The ground leases usually run 15 to 20 years. You can sell off the ground lease later on if you no longer want the land. At the end of the primary term the building usually reverts back to you the land owner for free if the tenant does not exercise their lease option.

No legal advice.   

Well my wifes parents went to a lawyer and had the land deeded over to us. So now at the courthouse our name is on the land. Does this sound right?

For the transfer process, yes.  But that doesn't deal with your income tax issues. 

When you sell a property you pay income tax on the gains.  If you buy and then sell a property, that "gain" is the selling price less selling costs less your basis.  Your basis is your purchase price plus purchase costs plus any capital improvements.  When you inherit a property your basis becomes the value of the property on the date of death.  If there property has been held many years and has appreciated significantly the heir's basis can be much higher than the decedent's.  That means if the heirs sell shortly after the death, they will have very little, if any, income tax.

Because they gave the property to you while they are alive, their basis in the property becomes your basis.  That makes the gain when you sell much higher.  You do still need to figure out this number.  It will be much easier to figure it out now, while they're still alive.

Say they paid $10,000 for this chunk of land, including their closing costs.  And say its now worth $50,000.   If you inherited it now, your basis would be $50,000.  If you turn around and sell it for $50,000 and have $5,000 in selling costs you would net $45,000 on the deal.  Because your basis is $50,000, you actually have a loss (the selling costs), so you would have no income tax.  OTOH, since they gave it to you, your basis is theirs, which is $10,000.  Now if you sell it for a net of $45,000, you have a gain of $35,000.   You will have income tax on that amount.  That should be long term capital gains at 15% (plus state taxes).  So you would have a federal tax bill of $5250.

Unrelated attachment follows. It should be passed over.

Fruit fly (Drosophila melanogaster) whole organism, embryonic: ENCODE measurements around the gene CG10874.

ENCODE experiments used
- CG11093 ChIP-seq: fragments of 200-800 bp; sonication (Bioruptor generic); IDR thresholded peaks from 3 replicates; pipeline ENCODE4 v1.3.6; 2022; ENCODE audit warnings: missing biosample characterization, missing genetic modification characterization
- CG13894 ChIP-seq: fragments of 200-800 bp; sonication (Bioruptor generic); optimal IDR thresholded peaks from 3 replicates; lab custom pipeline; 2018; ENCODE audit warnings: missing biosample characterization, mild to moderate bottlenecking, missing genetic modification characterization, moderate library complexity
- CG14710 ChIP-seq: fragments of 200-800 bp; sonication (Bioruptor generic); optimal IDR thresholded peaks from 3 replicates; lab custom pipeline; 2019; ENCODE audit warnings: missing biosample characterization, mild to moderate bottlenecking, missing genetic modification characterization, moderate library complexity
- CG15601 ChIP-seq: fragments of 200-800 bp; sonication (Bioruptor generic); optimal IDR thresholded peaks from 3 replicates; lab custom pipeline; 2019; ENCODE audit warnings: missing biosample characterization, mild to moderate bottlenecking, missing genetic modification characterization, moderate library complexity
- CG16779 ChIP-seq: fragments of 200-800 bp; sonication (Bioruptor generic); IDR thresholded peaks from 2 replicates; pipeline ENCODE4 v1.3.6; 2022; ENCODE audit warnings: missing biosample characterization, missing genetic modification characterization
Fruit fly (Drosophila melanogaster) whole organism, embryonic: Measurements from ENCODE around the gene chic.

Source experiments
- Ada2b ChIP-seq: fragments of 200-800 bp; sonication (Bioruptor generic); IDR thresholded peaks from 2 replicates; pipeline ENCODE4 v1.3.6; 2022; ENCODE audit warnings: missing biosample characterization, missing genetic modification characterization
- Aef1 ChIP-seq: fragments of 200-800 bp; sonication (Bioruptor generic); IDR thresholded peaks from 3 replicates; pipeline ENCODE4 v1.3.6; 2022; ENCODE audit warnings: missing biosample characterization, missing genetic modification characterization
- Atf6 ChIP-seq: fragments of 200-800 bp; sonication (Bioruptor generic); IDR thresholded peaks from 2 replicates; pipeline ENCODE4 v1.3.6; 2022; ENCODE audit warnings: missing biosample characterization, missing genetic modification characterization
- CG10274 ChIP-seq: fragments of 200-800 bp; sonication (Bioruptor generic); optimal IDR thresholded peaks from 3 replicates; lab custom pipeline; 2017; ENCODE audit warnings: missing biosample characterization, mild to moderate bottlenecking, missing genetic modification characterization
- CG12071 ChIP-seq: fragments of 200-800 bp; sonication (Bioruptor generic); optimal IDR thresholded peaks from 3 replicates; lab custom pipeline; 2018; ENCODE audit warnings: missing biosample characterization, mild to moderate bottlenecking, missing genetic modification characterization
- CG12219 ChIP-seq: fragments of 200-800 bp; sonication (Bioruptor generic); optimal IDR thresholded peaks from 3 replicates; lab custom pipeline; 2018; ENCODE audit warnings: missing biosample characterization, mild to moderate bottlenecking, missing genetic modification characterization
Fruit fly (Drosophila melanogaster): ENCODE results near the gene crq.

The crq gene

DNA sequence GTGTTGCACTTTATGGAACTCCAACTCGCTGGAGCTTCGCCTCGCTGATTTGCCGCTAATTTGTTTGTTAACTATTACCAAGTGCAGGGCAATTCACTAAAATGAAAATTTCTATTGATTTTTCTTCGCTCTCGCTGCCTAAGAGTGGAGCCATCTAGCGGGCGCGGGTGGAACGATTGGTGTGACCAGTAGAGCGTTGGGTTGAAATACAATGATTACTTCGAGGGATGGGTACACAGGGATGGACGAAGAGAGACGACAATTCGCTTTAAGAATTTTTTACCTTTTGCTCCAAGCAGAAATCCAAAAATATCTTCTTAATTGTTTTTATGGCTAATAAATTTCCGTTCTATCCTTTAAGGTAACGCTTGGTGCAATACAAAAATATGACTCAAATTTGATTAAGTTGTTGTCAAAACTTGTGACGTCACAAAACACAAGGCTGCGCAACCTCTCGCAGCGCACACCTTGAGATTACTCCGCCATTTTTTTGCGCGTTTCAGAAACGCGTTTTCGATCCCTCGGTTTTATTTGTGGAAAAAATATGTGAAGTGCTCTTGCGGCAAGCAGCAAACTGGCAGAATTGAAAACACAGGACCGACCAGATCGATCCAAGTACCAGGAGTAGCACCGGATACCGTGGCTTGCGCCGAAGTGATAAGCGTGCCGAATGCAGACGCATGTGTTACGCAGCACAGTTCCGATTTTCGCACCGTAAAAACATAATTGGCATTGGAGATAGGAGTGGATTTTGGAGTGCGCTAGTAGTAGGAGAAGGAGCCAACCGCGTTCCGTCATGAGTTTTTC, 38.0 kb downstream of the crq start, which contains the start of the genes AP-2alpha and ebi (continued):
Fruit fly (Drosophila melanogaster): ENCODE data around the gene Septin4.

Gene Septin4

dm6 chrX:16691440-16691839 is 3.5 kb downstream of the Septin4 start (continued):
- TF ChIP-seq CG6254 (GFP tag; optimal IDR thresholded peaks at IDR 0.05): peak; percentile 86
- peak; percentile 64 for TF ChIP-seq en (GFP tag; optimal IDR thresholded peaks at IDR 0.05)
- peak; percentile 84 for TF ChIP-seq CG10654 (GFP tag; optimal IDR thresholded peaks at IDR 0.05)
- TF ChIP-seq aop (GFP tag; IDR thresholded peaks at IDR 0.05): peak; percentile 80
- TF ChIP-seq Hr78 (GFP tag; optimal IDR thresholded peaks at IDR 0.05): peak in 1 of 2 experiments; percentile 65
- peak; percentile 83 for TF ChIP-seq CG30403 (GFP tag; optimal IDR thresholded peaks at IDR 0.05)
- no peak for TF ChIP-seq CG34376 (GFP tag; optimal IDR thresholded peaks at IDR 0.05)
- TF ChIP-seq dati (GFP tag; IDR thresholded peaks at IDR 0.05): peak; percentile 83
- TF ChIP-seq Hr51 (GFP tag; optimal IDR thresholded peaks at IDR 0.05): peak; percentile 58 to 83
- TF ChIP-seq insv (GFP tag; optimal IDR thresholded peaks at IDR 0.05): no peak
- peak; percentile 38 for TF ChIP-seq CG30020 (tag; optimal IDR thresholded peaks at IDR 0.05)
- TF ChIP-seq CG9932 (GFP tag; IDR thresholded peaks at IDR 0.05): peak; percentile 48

In each tax year, one person can give another a certain amount.  In 2014 it is $14,000.  I think it was $13,000 in 2013.   Your wifes parents can give you and your wife each $28,000 in 2014 with no impact.  So, if the property is worth less than $56,000, there is no impact on your parents.  You have to adjust that number based on the limit in the year when they gave you the property.  If the value is more than that, the excess reduces your parents lifetime gift limit.  Now, that's a big number.  Something over $5 million.  So, as far as I know, if their estate is less than that big number, this isn't a factor.  OTOH, if they do have significant assets, this may come into play and make cause taxes to be generated for the heirs when they do die.

The point is there are significant tax disadvantages to what they have done and they affect you (for sure) and them (possibly.)

With that behind us, what's going on in the area?  Building?  No building?  Stores moving in?  Stores closing?  This all comes down to demand.  This parcel could be worth a large amount or nearly nothing.   It may have value, but if there is no demand, then you can't extract that value.